⛰️ In the Caucasus…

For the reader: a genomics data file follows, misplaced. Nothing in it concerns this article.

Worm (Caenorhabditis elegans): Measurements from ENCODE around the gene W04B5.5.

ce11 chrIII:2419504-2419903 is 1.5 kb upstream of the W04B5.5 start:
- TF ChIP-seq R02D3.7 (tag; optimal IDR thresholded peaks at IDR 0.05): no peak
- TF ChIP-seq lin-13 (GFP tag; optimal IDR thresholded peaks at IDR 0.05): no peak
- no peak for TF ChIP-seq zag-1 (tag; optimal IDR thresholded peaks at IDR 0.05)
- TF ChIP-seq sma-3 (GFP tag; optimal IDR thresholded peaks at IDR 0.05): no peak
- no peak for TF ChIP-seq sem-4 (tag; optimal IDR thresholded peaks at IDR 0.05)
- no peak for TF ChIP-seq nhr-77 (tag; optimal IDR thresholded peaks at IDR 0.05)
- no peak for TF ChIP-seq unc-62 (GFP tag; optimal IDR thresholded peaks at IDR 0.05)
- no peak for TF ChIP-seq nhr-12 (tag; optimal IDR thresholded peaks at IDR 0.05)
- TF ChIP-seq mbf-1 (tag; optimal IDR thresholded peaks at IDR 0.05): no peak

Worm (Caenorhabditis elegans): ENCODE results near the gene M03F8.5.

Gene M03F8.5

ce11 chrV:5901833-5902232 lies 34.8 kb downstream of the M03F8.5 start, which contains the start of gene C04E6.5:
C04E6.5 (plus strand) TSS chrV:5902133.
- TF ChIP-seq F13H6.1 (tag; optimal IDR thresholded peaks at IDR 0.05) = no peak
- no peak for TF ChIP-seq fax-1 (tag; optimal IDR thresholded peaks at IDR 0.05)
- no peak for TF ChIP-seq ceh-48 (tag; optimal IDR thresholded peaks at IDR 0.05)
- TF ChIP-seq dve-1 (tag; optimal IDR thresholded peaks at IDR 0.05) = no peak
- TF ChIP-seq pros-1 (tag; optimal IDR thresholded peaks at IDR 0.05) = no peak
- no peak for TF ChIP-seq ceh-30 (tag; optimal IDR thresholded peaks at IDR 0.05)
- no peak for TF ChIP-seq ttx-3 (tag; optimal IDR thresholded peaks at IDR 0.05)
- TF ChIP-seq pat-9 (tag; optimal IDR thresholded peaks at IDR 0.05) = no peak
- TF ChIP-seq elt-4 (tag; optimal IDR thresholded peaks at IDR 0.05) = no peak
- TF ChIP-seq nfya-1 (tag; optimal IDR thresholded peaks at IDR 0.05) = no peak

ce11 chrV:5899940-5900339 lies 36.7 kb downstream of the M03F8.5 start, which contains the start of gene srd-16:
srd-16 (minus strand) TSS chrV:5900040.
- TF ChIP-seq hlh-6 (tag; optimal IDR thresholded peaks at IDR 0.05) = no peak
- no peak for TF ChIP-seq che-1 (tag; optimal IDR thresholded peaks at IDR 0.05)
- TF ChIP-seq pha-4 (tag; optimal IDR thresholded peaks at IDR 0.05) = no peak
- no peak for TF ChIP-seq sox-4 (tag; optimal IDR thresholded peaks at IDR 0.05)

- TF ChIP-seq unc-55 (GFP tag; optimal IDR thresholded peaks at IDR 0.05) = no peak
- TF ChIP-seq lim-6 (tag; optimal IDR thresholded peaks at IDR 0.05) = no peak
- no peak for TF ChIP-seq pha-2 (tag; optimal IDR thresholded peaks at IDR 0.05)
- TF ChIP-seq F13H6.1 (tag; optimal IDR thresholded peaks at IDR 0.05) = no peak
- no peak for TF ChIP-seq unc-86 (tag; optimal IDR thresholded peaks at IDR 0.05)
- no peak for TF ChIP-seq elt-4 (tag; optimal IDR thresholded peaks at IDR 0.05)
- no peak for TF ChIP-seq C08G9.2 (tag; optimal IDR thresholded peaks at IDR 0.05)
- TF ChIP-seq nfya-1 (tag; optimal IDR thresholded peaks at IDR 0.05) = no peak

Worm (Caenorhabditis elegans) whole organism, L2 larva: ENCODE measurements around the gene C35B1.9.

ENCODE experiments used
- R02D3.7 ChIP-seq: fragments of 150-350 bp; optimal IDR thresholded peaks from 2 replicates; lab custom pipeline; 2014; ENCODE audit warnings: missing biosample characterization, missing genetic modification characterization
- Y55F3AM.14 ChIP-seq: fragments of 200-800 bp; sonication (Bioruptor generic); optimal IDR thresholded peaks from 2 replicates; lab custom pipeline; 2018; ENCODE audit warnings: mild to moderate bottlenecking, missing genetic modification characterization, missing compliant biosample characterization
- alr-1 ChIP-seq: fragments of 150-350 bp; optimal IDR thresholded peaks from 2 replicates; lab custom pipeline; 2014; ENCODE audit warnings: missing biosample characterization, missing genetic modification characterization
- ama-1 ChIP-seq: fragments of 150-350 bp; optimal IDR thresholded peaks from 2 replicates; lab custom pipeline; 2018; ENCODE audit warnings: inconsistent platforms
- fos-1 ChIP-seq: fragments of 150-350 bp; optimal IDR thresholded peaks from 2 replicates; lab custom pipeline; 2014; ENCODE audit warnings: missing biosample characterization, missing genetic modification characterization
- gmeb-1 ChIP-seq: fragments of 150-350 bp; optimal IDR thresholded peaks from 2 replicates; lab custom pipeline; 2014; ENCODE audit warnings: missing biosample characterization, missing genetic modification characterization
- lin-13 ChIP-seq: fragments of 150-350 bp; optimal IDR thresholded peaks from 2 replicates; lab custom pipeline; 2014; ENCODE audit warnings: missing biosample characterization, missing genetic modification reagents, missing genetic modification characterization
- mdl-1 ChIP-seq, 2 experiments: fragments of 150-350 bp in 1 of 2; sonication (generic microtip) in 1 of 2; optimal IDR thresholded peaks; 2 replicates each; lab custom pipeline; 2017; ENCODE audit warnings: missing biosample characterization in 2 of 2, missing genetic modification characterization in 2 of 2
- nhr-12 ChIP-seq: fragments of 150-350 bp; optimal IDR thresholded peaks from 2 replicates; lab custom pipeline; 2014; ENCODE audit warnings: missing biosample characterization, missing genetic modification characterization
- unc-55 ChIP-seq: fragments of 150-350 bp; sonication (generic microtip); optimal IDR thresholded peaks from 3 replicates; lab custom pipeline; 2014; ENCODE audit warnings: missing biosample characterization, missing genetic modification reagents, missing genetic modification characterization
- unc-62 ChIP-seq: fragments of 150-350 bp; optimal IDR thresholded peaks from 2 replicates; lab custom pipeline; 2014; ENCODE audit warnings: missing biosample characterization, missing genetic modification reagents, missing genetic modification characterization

First meeting between Aliyev and Pashinyan after the Second Karabakh War. On January 11, Russian President Vladimir Putin hosted the Armenian and Azerbaijani leaders in Moscow for the first time since the end of the Second Karabakh War. Many in Armenia feared that the meeting would result in further territorial losses and a possible withdrawal of Armenian military forces from the territory still under Armenian control, but the meeting mainly served to set up the mechanisms that will be used to organize further negotiations. The meeting led to the creation of a joint working group, consisting of the Russian, Armenian, and Azerbaijani vice-presidents. One of its goals is to re-establish road and rail communication links in the South Caucasus: the possibility of a railway connection between Armenia and Russia via Azerbaijan was discussed during the meeting. The next meeting of the working group is expected to take place before January 30. While Aliyev expressed his satisfaction with the discussions, Pashinyan expressed concern that neither the issue of prisoners of war, nor the status of Nagorno-Karabakh had been mentioned during the meeting.